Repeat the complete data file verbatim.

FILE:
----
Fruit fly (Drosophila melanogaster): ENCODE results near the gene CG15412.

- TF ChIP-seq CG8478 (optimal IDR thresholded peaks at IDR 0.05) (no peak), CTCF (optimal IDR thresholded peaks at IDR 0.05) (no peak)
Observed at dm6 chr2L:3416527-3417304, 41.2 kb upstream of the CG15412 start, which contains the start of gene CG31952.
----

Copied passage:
Fruit fly (Drosophila melanogaster): ENCODE results near the gene CG15412.

- TF ChIP-seq CG8478 (optimal IDR thresholded peaks at IDR 0.05) (no peak), CTCF (optimal IDR thresholded peaks at IDR 0.05) (no peak)
Observed at dm6 chr2L:3416527-3417304, 41.2 kb upstream of the CG15412 start, which contains the start of gene CG31952.